Tag Archives: Harvard

How to Find a Job

We recently came across an article in Wired Magazine by Peter Thiel (of Paypal fame and early investor in Facebook) with some very interesting conclusions.

Briefly, he mentions how the best and brightest of our society tend to shoot for elite universities like Harvard, where they then proceed to interact with people more or less just like them and, as the years go by, they tend to reinforce their own principles and become more and more similar. This may seem both obvious and good. We agree that it is obvious. Most of us associate with people similar to ourselves, and studies have been performed to show that most people do the same around the world.

The second point, that it is good for the best and brightest to keep hanging out with the best and brightest, however, might not be so good. Thiel points to a study of entrepreneurs, which showed that those who associated with the most varied groups of people (in different clubs, associations and different activities) tended to be the most innovative. He then ties this back into Harvard, where he says the lack of interaction with diverse people (not necessarily diversity of race or gender, but of interests, goals, etc.) will limit the potential of these best and brightest. He ends with: “Perhaps Bill Gates knew what he was doing when he dropped out of Harvard.”
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Culturomics?

Few things annoy economists more than anecdotal evidence. Just think of “mockumentaries” and various news headlines that don’t document “how many” or “how much”, but rather “what happened to a certain person”. It is easy to capture people emotionally with one, drawn out story, but this also goes against an economist’s training in statistics and probabilities. See how Dan Ariely complains about the $48,000 which was spent to rescue one terrier left aboard a ship, only because the dog was featured on local news channels.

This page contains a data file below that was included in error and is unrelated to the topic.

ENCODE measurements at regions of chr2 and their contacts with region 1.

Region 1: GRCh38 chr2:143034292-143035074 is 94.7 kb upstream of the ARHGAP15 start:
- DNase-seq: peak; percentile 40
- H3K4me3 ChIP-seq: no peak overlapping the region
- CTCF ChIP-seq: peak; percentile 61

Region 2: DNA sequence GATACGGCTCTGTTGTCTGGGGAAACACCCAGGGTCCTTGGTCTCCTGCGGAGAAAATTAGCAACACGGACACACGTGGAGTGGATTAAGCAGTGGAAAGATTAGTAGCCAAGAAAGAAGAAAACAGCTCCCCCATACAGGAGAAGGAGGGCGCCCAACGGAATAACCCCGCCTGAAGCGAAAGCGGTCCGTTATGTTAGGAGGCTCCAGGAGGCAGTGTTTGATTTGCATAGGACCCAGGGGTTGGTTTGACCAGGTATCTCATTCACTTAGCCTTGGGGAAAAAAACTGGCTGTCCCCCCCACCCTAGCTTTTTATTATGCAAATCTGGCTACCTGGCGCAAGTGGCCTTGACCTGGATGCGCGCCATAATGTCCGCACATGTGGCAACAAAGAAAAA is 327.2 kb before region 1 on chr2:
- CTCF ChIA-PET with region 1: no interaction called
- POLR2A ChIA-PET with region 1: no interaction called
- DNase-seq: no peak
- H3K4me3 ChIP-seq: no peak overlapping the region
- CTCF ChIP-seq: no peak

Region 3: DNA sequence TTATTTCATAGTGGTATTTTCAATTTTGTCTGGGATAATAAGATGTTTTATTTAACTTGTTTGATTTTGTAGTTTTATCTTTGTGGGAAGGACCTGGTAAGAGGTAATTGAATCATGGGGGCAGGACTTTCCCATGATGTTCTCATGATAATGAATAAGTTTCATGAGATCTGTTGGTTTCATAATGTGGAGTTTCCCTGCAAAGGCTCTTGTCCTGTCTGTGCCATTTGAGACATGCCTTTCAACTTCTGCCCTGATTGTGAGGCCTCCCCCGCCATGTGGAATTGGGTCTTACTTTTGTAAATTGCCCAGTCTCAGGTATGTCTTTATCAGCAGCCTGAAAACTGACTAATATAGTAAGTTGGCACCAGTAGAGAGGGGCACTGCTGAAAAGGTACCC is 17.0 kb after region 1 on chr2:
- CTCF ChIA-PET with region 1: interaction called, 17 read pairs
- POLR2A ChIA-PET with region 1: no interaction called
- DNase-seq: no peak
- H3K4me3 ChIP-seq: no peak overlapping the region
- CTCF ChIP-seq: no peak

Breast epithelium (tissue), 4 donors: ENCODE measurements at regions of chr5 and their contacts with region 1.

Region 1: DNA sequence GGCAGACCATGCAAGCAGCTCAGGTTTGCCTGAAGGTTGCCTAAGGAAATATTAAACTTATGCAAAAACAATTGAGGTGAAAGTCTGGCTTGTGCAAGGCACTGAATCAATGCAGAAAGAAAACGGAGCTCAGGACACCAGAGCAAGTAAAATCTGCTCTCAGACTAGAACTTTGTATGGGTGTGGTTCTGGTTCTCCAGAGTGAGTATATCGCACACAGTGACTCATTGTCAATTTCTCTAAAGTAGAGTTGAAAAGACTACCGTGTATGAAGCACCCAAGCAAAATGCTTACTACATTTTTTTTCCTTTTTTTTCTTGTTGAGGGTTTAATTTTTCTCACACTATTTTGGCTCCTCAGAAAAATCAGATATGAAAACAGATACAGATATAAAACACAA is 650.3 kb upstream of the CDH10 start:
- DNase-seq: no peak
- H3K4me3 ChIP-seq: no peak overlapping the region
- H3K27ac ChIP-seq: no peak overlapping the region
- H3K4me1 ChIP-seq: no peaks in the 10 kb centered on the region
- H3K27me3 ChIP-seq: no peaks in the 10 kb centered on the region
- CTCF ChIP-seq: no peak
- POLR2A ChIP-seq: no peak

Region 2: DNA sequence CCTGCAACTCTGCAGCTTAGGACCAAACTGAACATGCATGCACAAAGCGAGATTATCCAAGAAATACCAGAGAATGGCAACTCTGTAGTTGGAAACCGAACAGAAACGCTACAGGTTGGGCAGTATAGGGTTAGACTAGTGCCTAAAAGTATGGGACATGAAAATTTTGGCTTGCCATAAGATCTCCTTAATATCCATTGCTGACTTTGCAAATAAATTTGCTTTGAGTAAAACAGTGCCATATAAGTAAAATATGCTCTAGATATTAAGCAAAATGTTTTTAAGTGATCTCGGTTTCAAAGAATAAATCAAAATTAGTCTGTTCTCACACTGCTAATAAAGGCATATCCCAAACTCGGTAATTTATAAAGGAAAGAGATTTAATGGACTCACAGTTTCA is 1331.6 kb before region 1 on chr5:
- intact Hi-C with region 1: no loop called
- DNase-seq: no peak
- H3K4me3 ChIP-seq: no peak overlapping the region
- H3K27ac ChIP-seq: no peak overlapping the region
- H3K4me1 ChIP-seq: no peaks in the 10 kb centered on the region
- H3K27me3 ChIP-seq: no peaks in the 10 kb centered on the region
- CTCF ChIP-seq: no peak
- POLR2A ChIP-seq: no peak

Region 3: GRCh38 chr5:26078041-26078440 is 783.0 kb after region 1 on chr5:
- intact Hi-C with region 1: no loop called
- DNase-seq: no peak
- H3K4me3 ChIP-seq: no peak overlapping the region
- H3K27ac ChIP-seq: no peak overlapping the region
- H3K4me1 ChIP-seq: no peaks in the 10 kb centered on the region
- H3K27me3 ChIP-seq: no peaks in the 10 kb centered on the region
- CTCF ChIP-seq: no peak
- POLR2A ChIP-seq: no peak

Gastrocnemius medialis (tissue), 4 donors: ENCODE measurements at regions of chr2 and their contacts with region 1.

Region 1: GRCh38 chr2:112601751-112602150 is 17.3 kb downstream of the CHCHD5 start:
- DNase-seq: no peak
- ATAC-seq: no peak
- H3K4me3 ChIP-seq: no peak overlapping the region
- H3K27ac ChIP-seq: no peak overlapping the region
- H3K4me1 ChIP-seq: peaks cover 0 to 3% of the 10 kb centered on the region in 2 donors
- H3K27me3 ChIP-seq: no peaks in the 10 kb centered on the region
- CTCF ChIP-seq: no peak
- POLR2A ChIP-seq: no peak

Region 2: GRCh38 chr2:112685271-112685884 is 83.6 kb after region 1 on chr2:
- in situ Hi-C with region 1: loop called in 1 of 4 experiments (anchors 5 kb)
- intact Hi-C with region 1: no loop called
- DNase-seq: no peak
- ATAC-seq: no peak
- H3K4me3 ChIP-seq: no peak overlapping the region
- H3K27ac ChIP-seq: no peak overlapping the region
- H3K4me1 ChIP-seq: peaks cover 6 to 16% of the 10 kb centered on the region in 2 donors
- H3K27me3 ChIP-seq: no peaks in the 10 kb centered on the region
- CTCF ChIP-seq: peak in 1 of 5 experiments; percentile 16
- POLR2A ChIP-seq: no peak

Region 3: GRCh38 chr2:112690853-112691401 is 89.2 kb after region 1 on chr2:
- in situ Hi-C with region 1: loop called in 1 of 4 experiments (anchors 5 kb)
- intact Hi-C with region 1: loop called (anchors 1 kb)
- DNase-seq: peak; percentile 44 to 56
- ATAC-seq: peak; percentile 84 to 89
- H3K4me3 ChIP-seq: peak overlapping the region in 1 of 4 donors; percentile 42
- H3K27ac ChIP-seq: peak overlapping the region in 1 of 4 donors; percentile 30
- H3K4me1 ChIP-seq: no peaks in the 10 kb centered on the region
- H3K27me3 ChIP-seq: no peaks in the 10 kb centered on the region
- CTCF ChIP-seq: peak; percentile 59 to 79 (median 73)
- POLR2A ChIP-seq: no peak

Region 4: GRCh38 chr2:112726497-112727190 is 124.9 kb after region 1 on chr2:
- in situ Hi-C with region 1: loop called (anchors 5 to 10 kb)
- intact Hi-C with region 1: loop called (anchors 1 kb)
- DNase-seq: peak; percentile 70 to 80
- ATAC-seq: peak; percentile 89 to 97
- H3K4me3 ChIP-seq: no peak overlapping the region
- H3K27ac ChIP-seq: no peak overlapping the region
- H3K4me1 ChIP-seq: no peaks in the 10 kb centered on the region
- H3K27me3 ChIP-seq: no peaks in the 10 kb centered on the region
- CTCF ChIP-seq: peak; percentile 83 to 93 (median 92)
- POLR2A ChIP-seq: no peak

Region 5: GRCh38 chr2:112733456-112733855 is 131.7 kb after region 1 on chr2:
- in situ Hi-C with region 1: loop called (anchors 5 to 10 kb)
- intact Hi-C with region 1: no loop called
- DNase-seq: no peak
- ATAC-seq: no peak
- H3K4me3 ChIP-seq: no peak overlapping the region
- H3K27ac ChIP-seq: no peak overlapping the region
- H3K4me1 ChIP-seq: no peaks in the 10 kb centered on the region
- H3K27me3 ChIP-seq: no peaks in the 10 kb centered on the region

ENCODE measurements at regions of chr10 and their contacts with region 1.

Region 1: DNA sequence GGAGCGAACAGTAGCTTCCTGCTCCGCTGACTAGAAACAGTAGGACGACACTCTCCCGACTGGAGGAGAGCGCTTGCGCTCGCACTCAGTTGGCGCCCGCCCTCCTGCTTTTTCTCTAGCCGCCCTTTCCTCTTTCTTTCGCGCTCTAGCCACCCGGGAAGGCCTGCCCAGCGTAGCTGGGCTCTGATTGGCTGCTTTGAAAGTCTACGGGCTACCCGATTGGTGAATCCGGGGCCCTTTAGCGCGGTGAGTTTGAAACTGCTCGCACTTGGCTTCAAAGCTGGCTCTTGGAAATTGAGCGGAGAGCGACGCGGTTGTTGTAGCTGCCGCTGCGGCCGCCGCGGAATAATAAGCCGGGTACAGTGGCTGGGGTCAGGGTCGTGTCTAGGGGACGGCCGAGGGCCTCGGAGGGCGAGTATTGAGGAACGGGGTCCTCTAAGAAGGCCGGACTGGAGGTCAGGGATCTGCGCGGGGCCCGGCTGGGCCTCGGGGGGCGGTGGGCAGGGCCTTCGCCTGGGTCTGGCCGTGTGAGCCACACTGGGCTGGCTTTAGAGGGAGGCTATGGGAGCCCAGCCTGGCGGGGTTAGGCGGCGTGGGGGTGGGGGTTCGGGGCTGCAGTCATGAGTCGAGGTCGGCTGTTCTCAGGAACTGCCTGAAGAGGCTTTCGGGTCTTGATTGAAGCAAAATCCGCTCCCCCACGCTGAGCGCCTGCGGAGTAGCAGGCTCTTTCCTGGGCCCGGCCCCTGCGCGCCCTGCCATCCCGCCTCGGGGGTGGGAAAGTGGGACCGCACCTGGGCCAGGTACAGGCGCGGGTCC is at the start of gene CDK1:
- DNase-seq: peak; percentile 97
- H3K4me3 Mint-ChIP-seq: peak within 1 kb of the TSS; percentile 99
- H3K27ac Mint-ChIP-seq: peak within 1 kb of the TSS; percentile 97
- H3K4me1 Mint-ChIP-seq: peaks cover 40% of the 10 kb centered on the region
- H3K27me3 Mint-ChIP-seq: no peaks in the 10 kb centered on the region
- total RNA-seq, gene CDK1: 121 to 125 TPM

Ultimately, and despite Stalin’s morbid quote that “A single death is a tragedy, a million deaths is a statistic.”, economists are actually correct in wanting to work with concrete data rather than tear-jerking anecdotes, at least for their purposes. This is the main reason why economists have tended to look down upon the humanities, which always seemed to be characterized by fluff.

This, however, might be changing, thanks to Google and Jean-Baptiste Michel of Harvard University. Michel has been digging into the data available thanks to Google books and has been able to start putting quantitative values to cultural studies, such as linguistics. You might not think much of interest could emerge from this, but thanks to this digital collection, we can analyze how often words appear, as well as group of words, and we can study the evolution of words and phrases throughout time. In fact, for the first time we can really estimate how many words truly exist in the english language (apparently slightly over 1 million). We can also find the occurrence of typos, how long it takes new inventions and phenomena to become used in everyday language, how quickly celebrities and pop-culture references fade in and out of existence, among many other things.

We think this is fascinating, and we also welcome the addition of concrete data to fields which seem to abound with anecdotes and personal stories. We do, however, think the term “culturomics” sounds off-putting. Maybe “culturnomics” might work better?

And this also gives us the excuse to show this awesome Google lab “Books Ngram Viewer”: http://ngrams.googlelabs.com/graph?content=computer%2Ccar&year_start=1800&year_end=2000&corpus=0&smoothing=3

I can see many economists, statisticians and mathematicians taking a renewed interest in the humanities in the near future.